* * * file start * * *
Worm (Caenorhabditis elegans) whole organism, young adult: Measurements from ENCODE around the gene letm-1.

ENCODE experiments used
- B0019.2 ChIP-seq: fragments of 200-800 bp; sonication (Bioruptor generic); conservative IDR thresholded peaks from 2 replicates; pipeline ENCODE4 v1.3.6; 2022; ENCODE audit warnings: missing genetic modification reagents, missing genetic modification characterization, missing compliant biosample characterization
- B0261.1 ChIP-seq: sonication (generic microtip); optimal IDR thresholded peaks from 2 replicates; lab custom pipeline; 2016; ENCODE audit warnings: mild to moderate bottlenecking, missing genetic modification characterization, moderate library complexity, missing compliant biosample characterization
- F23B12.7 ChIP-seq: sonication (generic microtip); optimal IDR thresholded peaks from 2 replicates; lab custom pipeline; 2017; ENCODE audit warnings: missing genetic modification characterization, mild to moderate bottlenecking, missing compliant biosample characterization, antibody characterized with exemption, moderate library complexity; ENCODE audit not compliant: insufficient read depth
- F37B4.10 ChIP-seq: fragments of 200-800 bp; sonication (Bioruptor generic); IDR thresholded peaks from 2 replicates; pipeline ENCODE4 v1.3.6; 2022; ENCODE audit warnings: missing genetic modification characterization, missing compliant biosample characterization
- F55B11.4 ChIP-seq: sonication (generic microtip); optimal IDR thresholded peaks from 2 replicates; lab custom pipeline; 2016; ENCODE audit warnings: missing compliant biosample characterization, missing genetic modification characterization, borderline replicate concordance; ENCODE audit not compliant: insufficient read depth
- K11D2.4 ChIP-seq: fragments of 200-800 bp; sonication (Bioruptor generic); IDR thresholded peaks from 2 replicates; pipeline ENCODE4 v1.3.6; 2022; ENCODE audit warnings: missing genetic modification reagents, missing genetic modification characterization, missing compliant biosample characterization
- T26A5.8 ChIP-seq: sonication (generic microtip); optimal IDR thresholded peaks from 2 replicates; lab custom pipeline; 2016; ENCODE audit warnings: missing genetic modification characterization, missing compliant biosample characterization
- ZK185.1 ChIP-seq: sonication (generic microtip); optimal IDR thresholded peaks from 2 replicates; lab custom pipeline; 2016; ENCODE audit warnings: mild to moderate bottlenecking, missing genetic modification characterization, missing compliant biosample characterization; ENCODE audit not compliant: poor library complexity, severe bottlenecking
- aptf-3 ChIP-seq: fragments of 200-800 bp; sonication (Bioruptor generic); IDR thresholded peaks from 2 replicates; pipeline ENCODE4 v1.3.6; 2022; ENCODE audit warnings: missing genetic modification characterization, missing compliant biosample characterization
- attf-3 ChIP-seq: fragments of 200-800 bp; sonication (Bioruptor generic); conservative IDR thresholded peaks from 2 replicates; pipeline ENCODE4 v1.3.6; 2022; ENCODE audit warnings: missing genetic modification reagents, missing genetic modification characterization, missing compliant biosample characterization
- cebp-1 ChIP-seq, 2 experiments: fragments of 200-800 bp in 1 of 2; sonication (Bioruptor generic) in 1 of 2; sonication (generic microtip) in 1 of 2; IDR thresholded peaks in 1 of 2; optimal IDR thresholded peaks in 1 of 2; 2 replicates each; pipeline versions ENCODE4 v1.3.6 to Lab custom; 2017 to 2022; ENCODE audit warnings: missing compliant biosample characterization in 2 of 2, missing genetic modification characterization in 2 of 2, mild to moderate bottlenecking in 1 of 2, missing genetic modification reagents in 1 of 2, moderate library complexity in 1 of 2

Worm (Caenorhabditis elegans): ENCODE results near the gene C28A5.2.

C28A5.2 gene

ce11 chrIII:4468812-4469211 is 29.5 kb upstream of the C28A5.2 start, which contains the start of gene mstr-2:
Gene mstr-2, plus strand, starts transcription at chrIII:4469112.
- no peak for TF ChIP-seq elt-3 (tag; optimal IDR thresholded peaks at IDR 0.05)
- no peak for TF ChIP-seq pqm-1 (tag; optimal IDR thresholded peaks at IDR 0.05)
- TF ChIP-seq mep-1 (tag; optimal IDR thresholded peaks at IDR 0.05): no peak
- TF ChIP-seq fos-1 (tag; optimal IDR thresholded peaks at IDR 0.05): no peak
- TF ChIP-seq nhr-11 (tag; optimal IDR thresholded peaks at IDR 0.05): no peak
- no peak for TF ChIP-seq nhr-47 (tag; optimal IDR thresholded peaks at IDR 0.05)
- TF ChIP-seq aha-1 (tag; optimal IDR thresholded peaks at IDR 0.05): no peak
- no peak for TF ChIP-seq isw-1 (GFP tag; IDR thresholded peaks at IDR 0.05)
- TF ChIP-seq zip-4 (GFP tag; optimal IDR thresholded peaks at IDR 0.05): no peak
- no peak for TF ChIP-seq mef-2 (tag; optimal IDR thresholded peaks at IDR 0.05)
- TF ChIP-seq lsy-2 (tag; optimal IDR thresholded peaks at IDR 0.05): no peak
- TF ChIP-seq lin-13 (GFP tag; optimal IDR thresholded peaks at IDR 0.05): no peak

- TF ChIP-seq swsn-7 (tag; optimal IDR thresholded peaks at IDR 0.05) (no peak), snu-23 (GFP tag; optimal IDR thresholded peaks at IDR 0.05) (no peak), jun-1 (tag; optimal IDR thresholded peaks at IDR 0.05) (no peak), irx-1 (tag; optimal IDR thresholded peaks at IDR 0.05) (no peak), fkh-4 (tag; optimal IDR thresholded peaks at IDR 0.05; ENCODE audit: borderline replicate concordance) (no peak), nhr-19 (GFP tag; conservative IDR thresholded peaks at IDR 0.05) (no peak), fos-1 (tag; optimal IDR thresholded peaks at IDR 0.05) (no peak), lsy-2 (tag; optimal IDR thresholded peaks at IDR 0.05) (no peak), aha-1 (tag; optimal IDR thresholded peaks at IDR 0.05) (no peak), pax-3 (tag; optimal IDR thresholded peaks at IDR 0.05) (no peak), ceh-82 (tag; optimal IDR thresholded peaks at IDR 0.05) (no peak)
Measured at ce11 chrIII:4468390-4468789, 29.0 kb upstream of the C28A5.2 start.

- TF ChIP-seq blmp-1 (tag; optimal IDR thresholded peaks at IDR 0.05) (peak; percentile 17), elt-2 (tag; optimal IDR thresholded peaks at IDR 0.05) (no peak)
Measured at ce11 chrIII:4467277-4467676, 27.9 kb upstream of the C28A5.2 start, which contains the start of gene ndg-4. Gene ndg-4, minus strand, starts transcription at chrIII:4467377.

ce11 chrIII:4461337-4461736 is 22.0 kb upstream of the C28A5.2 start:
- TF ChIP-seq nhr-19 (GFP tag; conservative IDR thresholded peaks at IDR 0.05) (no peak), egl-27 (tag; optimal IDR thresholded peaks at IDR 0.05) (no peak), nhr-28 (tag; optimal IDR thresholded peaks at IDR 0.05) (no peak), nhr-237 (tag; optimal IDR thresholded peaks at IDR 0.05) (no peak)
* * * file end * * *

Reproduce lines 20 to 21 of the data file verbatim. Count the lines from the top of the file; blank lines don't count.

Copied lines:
- TF ChIP-seq mep-1 (tag; optimal IDR thresholded peaks at IDR 0.05): no peak
- TF ChIP-seq fos-1 (tag; optimal IDR thresholded peaks at IDR 0.05): no peak